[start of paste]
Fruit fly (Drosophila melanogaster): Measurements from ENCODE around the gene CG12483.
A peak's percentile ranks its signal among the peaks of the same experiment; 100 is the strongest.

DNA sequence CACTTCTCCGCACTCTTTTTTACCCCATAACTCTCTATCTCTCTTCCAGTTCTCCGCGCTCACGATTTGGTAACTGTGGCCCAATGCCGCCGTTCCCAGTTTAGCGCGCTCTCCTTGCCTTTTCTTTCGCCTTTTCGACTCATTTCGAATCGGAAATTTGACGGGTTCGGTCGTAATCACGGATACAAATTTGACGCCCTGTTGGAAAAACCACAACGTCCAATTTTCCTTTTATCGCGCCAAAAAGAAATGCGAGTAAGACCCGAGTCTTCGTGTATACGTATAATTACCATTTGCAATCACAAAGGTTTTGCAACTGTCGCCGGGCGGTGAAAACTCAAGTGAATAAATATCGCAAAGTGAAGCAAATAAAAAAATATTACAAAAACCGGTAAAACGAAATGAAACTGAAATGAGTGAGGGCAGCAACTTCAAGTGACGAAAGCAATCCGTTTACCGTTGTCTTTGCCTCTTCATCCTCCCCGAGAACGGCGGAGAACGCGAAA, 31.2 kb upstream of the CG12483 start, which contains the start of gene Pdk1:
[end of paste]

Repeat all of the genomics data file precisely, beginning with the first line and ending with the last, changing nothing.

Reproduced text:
Fruit fly (Drosophila melanogaster): Measurements from ENCODE around the gene CG12483.
A peak's percentile ranks its signal among the peaks of the same experiment; 100 is the strongest.

DNA sequence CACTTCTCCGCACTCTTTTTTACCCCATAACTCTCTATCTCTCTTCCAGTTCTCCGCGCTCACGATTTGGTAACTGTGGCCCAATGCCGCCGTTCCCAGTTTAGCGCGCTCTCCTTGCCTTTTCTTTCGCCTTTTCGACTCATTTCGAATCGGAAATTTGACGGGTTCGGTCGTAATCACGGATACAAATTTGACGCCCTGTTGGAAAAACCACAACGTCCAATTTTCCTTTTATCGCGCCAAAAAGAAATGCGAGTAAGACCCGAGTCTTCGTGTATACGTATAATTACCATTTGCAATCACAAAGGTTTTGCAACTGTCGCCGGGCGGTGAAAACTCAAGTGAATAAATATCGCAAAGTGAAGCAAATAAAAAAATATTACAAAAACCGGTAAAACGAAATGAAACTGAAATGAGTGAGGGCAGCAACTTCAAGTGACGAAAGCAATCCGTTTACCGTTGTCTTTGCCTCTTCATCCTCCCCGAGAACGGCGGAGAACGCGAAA, 31.2 kb upstream of the CG12483 start, which contains the start of gene Pdk1: